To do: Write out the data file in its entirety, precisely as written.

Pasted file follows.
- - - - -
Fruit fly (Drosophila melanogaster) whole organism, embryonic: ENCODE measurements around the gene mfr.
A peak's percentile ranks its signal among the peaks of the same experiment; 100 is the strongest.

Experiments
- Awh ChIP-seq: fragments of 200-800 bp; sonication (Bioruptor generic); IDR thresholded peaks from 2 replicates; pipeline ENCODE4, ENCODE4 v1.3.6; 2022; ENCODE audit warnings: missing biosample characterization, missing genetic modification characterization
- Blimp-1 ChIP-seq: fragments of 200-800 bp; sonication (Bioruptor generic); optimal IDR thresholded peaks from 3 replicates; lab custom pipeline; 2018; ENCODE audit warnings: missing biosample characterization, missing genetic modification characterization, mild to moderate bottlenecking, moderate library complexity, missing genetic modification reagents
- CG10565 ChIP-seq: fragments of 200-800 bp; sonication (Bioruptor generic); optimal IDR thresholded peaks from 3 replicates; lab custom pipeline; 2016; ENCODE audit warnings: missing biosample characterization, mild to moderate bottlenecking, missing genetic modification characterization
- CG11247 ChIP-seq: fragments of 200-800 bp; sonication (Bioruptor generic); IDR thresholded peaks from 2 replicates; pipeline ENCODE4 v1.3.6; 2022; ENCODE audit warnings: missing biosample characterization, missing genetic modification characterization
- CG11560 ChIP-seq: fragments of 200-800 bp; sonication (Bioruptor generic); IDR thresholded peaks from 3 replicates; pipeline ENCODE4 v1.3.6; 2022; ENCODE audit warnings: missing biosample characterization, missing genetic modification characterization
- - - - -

Fruit fly (Drosophila melanogaster) whole organism, embryonic: ENCODE measurements around the gene mfr.
A peak's percentile ranks its signal among the peaks of the same experiment; 100 is the strongest.

Experiments
- Awh ChIP-seq: fragments of 200-800 bp; sonication (Bioruptor generic); IDR thresholded peaks from 2 replicates; pipeline ENCODE4, ENCODE4 v1.3.6; 2022; ENCODE audit warnings: missing biosample characterization, missing genetic modification characterization
- Blimp-1 ChIP-seq: fragments of 200-800 bp; sonication (Bioruptor generic); optimal IDR thresholded peaks from 3 replicates; lab custom pipeline; 2018; ENCODE audit warnings: missing biosample characterization, missing genetic modification characterization, mild to moderate bottlenecking, moderate library complexity, missing genetic modification reagents
- CG10565 ChIP-seq: fragments of 200-800 bp; sonication (Bioruptor generic); optimal IDR thresholded peaks from 3 replicates; lab custom pipeline; 2016; ENCODE audit warnings: missing biosample characterization, mild to moderate bottlenecking, missing genetic modification characterization
- CG11247 ChIP-seq: fragments of 200-800 bp; sonication (Bioruptor generic); IDR thresholded peaks from 2 replicates; pipeline ENCODE4 v1.3.6; 2022; ENCODE audit warnings: missing biosample characterization, missing genetic modification characterization
- CG11560 ChIP-seq: fragments of 200-800 bp; sonication (Bioruptor generic); IDR thresholded peaks from 3 replicates; pipeline ENCODE4 v1.3.6; 2022; ENCODE audit warnings: missing biosample characterization, missing genetic modification characterization